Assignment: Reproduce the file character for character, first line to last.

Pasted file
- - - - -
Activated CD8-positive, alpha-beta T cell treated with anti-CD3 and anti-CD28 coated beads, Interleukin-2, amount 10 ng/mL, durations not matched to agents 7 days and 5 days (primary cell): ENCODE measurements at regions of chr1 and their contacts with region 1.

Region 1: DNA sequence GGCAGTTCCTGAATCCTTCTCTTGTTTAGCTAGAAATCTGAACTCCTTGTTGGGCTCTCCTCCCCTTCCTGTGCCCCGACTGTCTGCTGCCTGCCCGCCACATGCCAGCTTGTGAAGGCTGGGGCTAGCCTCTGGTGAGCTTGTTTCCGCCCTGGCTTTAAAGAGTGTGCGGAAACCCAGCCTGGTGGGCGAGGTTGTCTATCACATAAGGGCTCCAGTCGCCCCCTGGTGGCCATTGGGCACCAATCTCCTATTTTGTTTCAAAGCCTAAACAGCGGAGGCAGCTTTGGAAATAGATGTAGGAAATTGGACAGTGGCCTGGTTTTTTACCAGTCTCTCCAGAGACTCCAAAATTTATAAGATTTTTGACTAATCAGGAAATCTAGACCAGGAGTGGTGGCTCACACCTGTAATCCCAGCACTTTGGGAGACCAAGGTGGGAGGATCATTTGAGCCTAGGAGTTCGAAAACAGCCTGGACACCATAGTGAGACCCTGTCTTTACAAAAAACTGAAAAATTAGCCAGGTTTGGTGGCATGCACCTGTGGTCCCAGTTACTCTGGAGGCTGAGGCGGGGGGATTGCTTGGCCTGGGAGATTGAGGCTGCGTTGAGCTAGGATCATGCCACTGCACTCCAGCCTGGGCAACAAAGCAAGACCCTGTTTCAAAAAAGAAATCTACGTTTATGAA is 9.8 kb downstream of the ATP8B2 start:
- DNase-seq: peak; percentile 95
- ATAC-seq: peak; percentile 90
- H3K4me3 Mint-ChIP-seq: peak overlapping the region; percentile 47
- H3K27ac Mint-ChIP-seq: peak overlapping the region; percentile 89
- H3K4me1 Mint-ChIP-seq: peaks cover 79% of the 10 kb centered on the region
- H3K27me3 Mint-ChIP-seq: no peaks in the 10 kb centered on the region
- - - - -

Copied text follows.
Activated CD8-positive, alpha-beta T cell treated with anti-CD3 and anti-CD28 coated beads, Interleukin-2, amount 10 ng/mL, durations not matched to agents 7 days and 5 days (primary cell): ENCODE measurements at regions of chr1 and their contacts with region 1.

Region 1: DNA sequence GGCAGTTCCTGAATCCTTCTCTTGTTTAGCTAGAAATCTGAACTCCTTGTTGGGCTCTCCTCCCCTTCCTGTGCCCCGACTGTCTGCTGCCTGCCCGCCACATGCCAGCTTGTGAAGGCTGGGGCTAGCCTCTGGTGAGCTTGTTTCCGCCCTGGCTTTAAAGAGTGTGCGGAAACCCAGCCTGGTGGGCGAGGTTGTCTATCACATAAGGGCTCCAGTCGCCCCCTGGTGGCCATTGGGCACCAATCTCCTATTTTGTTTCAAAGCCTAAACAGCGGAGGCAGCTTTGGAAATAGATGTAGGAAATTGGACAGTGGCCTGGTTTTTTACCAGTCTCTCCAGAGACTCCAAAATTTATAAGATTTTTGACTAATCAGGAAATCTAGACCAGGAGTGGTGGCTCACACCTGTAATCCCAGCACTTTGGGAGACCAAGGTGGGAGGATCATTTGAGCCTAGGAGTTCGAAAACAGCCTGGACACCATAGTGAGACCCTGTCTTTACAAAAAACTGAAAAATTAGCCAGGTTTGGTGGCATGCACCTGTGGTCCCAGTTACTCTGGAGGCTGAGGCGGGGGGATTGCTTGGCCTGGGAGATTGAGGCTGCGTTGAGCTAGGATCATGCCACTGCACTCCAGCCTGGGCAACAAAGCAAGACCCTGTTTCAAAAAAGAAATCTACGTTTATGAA is 9.8 kb downstream of the ATP8B2 start:
- DNase-seq: peak; percentile 95
- ATAC-seq: peak; percentile 90
- H3K4me3 Mint-ChIP-seq: peak overlapping the region; percentile 47
- H3K27ac Mint-ChIP-seq: peak overlapping the region; percentile 89
- H3K4me1 Mint-ChIP-seq: peaks cover 79% of the 10 kb centered on the region
- H3K27me3 Mint-ChIP-seq: no peaks in the 10 kb centered on the region